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The flood of movies being released directly to video on-demand continues, while Hot Docs at Home offers documentaries to stream in place of the cancelled festival. For the literary-minded there are several new shows based on books, including Little Fires Everywhere on Amazon Prime Video, Normal People on CBC Gem and I Know This Much is True from HBO. Read on to find out what’s worth your screen time.

Streaming television

Amazon Prime Video

Kerry Washington and Reese Witherspoon as Mia and Elena in Little Fires Everywhere.

Courtesy of Amazon Prime Video

  • Little Fires Everywhere offers incendiary angst in the suburbs (8 episodes)
  • The Great amounts to fun and frolics with the story of Catherine the Great (10 episodes)
  • Upload: What if heaven is as hellish as the near future? (10 episodes)


Based on Sally Rooney’s best-selling novel, Normal People follows the relationship of Marianne (Daisy Edgar-Jones) and Connell (Paul Mescal).

Courtesy of CBC Gem

  • Normal People is beautifully made and achingly powerful (12 episodes)


Mark Ruffalo plays twins Dominick and Thomas Birdsey in HBO's I Know This Much is True.

HBO / Crave

  • HBO’s I Know This Much is True is searing, soulful family heartache (6 episodes)
  • Love Life, a gift of smart romantic storytelling, is exactly what the world needs right now (10 episodes)


Jerry Seinfeld: 23 Hours to Kill is a breezy, angst-free delight.


  • Documentary Jeffrey Epstein: Filthy Rich gives voice to victims, but can’t tell the whole story (4 episodes)
  • Comedy special Jerry Seinfeld: 23 Hours to Kill is a tonic for terrible times (1 hour)
  • First there was Netflix reality show Too Hot to Handle. Now we have The Big Flower Fight on competitive flower arranging (8 episodes)
  • If documentary Trial by Media aims to indict “the media” it fails, instead indicting human nature and human frailty (6 episodes)
  • Valeria, a new Netflix original from Spain (with English subtitles), is utterly escapist but clever fun (8 episodes)

Streaming films

Amazon Prime Video

Set in 1950s New Mexico, The Vast of Night tells the story of switchboard operator Fay (Sierra McCormick) and radio DJ Everett (Jake Horowitz).

Amazon Prime Video

  • The Vast of Night is low-fi sci-fi at its very B-movie best (3.5 stars; PG; 89 minutes)


I’m No Longer Here follows the plight of Ulises (Juan Daniel Garcia Trevino), a teenager in the Mexican mountain town of Monterrey.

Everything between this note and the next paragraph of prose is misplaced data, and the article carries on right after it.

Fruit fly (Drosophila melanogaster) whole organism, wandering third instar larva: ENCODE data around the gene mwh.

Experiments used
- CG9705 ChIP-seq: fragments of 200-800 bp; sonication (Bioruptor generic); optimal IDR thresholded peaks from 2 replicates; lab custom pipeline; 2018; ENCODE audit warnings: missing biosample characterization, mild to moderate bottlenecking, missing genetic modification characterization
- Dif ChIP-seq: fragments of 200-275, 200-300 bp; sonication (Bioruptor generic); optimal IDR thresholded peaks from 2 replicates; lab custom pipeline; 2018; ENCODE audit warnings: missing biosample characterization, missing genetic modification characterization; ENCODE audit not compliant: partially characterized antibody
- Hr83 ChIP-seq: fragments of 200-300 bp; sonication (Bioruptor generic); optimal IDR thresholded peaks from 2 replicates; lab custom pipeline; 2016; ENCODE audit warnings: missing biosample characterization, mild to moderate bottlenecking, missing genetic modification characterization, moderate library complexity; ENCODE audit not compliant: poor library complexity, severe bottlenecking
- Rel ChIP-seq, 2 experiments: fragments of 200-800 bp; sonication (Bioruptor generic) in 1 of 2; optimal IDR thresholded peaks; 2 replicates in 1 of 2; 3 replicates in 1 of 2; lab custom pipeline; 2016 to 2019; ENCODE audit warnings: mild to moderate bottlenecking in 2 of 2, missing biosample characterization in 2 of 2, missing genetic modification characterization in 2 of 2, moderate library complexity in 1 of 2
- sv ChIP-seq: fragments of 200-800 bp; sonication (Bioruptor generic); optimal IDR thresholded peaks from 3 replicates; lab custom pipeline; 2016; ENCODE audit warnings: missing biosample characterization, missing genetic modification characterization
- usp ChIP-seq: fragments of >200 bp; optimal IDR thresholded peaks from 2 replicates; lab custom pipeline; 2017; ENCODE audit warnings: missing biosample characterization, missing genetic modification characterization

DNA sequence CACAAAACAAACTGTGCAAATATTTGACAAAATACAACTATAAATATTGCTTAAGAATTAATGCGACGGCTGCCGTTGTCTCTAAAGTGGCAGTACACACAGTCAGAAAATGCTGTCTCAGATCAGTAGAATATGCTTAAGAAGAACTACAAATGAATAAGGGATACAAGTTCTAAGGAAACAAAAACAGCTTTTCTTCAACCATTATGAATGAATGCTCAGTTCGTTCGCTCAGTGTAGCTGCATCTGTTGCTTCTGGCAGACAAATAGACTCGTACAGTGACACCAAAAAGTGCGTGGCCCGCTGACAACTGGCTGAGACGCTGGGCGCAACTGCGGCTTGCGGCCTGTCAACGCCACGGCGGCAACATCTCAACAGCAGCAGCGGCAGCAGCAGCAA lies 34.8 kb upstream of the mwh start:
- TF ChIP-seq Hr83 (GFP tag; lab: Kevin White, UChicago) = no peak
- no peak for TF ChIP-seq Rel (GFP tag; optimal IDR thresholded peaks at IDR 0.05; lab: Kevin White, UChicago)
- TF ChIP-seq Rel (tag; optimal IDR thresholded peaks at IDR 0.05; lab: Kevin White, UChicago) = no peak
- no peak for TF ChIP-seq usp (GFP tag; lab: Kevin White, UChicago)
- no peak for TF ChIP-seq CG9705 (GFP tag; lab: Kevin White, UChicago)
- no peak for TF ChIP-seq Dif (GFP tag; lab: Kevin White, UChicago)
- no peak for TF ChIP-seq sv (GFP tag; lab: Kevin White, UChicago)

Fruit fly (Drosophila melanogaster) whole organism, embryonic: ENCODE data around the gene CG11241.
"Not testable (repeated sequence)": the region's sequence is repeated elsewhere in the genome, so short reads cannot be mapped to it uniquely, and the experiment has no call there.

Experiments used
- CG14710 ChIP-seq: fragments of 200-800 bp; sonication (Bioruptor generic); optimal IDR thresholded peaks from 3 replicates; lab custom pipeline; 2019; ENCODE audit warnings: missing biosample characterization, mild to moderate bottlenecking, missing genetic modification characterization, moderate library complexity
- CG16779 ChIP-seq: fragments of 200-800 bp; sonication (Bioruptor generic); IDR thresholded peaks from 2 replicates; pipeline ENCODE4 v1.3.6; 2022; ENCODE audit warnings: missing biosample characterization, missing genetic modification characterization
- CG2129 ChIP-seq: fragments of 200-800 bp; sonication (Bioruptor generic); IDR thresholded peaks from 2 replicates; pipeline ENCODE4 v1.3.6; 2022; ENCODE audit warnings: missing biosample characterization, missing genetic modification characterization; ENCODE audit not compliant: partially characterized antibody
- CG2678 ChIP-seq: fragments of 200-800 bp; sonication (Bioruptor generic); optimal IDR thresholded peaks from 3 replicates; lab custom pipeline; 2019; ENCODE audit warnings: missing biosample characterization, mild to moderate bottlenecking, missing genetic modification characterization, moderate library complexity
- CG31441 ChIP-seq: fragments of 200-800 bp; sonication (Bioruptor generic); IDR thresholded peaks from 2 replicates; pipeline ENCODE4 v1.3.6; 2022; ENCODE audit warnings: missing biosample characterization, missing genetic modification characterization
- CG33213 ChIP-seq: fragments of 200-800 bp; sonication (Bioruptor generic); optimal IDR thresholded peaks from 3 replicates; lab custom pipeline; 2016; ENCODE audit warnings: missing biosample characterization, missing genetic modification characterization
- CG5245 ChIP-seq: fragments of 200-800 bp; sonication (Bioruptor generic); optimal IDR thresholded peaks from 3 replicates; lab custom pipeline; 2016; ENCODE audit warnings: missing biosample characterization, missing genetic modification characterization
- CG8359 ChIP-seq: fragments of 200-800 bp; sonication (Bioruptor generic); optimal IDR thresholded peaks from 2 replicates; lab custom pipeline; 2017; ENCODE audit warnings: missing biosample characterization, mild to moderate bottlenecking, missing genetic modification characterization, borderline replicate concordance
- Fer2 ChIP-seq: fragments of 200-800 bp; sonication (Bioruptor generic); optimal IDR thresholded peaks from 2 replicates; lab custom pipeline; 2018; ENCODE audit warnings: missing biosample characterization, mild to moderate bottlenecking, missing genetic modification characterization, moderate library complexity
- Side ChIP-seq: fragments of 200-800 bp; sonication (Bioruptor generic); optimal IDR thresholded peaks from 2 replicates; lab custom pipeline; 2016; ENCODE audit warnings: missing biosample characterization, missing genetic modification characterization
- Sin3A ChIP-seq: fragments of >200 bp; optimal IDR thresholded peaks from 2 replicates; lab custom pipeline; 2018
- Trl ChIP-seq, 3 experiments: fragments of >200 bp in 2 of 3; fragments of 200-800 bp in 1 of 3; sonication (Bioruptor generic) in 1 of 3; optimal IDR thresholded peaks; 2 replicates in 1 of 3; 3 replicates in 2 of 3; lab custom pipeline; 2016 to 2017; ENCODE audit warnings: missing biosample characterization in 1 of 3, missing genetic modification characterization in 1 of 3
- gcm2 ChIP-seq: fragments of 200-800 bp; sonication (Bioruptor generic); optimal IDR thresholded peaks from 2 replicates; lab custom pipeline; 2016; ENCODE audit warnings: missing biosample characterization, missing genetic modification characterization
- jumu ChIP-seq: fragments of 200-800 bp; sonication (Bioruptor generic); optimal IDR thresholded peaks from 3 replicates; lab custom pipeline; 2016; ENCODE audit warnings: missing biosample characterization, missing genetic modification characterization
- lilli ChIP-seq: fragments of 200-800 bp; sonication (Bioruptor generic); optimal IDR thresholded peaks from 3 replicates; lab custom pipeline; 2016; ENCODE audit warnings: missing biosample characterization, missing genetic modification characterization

Courtesy of Netflix

  • I’m No Longer Here is a beautiful and intoxicating trip into a Mexican subculture (3 stars; 105 minutes)
  • The Lovebirds doesn’t quite portend the death of the big-screen comedy, though it doesn’t help, either (2.5 stars; R; 86 minutes)
  • Michelle Obama documentary Becoming is nothing more than a commercial for the former first family (2 stars; PG; 89 minutes)
  • The Wrong Missy proves that just as Adam Sandler can giveth, he can taketh away (1 star; 89 minutes)


Castle in the Ground is a delicate coming-of-age movie about living in pain.

Courtesy of Game Theory Films

  • Canadian opioid-crisis drama Castle in the Ground will haunt long after the credits roll (3.5 stars; 14A; 105 minutes – read more on filmmaker Joey Klein)
  • Biosphere 2 doc Spaceship Earth is an endlessly curious, wildly fascinating film for our sealed-inside era (3.5 stars; PG; 113 minutes)
  • The Painter and the Thief is the best documentary of the year, if you could fairly call it a documentary (3.5 stars; PG; 102 minutes)
  • Documentary Beyond Moving chronicles a real-life, and Canadian-made, Billy Elliot story of hope (3 stars; 90 minutes; available on D.O.C./Blue Ice Docs and Hot Docs at Home)
  • Canadian micro-budget drama Easy Land proves that misery might actually be the best company (3 stars; PG; 90 minutes; available on Apple TV)
  • Dan Sallitt’s drama Fourteen grasps for something profound, aiding ailing indie cinemas along the way (3 stars; 94 minutes; available on VIFF at Home)
  • The High Note is the smooth, charming, and chart-topping rom-com that we need right now (3 stars; PG; 113 minutes) – read our interview with director Nisha Ganatra
  • Journalism documentary This Is Not a Movie plays like Robert Fisk’s greatest hits and misses (3 stars; PG; 106 minutes – available on Hot Docs at Home)
  • Capone features Tom Hardy’s whackadoo take on Al Capone – untouchable, but not in a good way (2.5 stars; R; 103 minutes)
  • With his strangely dark drama Dreamland, Bruce McDonald wakes up the weirdos (2.5 stars; 14A; 92 minutes)
  • The Trip to Greece wasn’t designed to feel like a cruel joke, but it’s deeply depressing all the same (2.5 stars; PG; 110 minutes)
  • Military Wives is the definition of ‘crowd-pleaser,’ but also a few other, less kind words (2 stars; PG; 112 minutes)
  • Canadian rom-com Red Rover resurrects the Manic Pixie Dream Girl, with unbearably quirky results (2 stars; PG; 95 minutes)
  • Scoob! would have gotten away with being an interesting reboot, too, if it weren’t for you meddling studio executives (2 stars; PG; 90 minutes)
  • Javier Bardem drama The Roads Not Taken should have heeded its own title advice, and never been made (1.5 stars; R; 85 minutes)

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